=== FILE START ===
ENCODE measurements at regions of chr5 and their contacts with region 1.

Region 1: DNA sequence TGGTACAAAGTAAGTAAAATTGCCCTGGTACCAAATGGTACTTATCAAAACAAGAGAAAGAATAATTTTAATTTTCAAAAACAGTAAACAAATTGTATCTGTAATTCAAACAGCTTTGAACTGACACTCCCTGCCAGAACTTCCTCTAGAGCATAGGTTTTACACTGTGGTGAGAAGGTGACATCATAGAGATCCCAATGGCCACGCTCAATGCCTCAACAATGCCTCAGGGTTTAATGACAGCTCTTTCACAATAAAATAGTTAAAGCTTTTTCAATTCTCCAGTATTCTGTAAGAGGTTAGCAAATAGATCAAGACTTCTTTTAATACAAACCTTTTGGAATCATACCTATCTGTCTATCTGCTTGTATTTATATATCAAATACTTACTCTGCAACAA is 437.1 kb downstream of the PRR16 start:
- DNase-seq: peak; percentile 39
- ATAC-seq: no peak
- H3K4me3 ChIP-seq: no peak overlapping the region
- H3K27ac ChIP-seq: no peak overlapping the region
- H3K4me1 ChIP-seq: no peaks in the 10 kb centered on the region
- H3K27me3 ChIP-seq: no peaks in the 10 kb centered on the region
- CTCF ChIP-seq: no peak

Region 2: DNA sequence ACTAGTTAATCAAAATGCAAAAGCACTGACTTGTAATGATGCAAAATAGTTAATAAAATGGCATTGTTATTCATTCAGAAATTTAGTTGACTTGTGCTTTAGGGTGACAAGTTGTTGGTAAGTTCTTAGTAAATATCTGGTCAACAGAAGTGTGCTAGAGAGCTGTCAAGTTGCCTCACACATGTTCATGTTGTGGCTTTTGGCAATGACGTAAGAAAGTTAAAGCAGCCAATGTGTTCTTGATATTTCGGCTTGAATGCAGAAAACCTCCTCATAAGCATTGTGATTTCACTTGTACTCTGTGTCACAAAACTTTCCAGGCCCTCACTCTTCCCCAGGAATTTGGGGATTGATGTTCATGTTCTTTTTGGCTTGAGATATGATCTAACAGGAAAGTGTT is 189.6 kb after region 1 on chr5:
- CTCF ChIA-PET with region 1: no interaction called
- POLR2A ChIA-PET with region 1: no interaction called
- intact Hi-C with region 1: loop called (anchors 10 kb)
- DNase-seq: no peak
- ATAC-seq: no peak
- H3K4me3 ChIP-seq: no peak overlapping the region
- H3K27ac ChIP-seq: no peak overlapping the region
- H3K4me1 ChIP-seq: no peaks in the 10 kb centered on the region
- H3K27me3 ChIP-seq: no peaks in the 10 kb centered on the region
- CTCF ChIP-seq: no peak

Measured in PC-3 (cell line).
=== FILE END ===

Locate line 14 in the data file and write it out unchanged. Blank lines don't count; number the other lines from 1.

- DNase-seq: no peak